It is quite clear how the mentality of people changes when they leave the public and move in a private environment.  Only an estimated ~ 10% of the Iranians (as I have been told several times) are regimental and conservative religious.  Especially the young and the oldest generation want a change.  Only a few families, just those who could make a profit from the revolution, are happy with the current system.  In the last elections, which accused the ruling government of electoral fraud, numerous demonstrations were forcibly struck down.  However, according to the Iranians, many changes are expected in the next 10-20 years, particularly as regards the high level of education, general dissatisfaction and ever-increasing Western legal sentiment.  More liberalism and more rights.  The regime is beginning to give in in some regards to maintain control.  A great opportunity is offered by tourism, which is now slowly discovering the magnificent country.  Not only economically, but also to improve its image.  There is still a very shifted picture of Iran, which, if you go there and look at it, will be changed in a few days for the better.  Above all, however, tourism is making a difference: the tourists can take the fear of change in Iran with their experiences, other systems, tolerance and liberalism, and show new possibilities.  If the international civilian contact is improved, the government must at some point follow.  Many Iranians, for example, are afraid that the secularization of Islam and the state will limit the lives of their religion.  What, of course, is not the case.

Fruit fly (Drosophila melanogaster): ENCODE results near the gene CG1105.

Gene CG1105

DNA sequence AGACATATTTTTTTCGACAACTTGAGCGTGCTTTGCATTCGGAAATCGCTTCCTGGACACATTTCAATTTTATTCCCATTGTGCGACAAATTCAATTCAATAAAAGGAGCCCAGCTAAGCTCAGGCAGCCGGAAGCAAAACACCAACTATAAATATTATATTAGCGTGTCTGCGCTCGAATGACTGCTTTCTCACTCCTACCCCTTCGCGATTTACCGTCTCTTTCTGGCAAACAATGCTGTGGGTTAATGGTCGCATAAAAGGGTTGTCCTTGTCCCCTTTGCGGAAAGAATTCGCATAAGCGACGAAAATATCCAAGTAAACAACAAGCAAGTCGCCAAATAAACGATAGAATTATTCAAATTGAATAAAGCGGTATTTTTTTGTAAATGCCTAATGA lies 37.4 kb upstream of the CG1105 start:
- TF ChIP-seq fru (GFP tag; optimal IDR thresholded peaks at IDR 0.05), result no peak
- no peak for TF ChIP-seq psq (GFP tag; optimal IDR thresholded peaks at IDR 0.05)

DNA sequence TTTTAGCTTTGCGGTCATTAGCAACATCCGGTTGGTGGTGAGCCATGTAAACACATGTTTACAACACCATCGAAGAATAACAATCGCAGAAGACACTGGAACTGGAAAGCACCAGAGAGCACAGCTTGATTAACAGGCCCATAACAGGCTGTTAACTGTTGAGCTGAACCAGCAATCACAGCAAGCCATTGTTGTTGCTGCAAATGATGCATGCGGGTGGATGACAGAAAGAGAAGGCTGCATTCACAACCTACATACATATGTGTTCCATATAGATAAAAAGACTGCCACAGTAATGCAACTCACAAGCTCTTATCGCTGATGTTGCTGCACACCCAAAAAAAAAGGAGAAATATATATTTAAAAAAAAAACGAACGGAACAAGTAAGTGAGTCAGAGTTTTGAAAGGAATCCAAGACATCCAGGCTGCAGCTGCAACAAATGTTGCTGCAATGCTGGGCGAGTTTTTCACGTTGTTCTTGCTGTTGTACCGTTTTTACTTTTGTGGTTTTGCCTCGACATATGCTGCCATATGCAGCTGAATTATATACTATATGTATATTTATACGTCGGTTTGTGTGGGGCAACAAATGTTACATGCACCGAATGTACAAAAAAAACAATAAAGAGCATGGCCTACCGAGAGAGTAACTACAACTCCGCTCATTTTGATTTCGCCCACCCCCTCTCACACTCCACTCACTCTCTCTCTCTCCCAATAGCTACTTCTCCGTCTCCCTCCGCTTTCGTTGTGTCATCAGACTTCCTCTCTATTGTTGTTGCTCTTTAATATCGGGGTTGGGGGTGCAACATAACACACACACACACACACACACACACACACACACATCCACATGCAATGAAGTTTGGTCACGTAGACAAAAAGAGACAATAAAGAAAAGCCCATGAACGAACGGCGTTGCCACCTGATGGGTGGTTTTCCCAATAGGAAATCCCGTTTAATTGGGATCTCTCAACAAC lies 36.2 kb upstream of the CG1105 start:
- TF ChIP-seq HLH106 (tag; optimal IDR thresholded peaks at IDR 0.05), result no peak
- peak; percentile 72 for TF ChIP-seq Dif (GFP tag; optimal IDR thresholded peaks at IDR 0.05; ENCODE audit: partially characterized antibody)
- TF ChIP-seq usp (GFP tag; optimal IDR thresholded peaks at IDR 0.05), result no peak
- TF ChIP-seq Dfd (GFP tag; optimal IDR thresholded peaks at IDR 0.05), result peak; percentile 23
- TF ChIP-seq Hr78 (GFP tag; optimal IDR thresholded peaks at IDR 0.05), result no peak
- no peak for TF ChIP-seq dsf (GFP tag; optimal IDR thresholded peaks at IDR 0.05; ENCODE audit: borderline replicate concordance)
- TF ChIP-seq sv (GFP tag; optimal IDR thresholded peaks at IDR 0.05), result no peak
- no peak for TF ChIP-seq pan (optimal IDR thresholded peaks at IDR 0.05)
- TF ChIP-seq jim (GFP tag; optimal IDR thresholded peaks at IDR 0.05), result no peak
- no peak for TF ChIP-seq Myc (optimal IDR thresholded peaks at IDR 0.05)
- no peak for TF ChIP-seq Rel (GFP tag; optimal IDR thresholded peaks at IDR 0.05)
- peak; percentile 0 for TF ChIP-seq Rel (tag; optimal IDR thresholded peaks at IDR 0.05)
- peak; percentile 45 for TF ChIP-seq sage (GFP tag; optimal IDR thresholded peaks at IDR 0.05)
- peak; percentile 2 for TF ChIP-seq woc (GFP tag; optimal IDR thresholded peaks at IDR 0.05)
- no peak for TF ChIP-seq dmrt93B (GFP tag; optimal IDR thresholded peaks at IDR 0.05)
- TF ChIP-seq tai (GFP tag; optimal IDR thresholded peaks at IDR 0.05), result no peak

Apart from these political problems, of course, there are great differences of cultural kind. A few of them I think are fantastic!  For example, the regular noon sleep.  Great!  When I spent time with an Iranian family, the after lunch nap was an integral part of the day's routine.  But of course, there is also a lot more to discover.  In addition to film and music, which is also famous and loved in Europe among connoisseurs, the various cultural groups in Iran have a variety of dances, clothes, dishes and rituals to offer.  The best way to do this is to take a look through one of the innumerable friendly Iranians.  Regarding clothing, one notices especially with the ladies, I would like to say a few words.  Clearly, according to the law, the ladies must be cloaked up to the ankle and the hair must be covered.  However, every woman, every ethnic or cultural group, interprets that in her own way to show either resistance, origin, status or tradition.  Thus, many young and modern women wear only a light, fashionably neat cloth around the neck, which covers just a bit of the hair.  Others wear black burkas and black veils, so you can not see one natural spot.  The garments of the ladies in the south shine in all rainbow colors and some ladies (rather older generation) of the Bandaris wear black metal masks.  These metal masks have their origin in the colonial period.  When the Portuguese occupied the Persian Gulf, the men of the Bandaris were so jealous of the Portuguese that they forced their wives to cover their faces with metal masks, as only these could withstand the greedy gaze of the occupiers.  To the covering itself: There are very different motives for this: the majority covers itself only because it is set and the customs police here charge large penalties.  Some are covered because they really like the idea of showing themselves just their husband.  Others cover themselves because they do not know better and follow the tradition that women are supposed to be servants of men.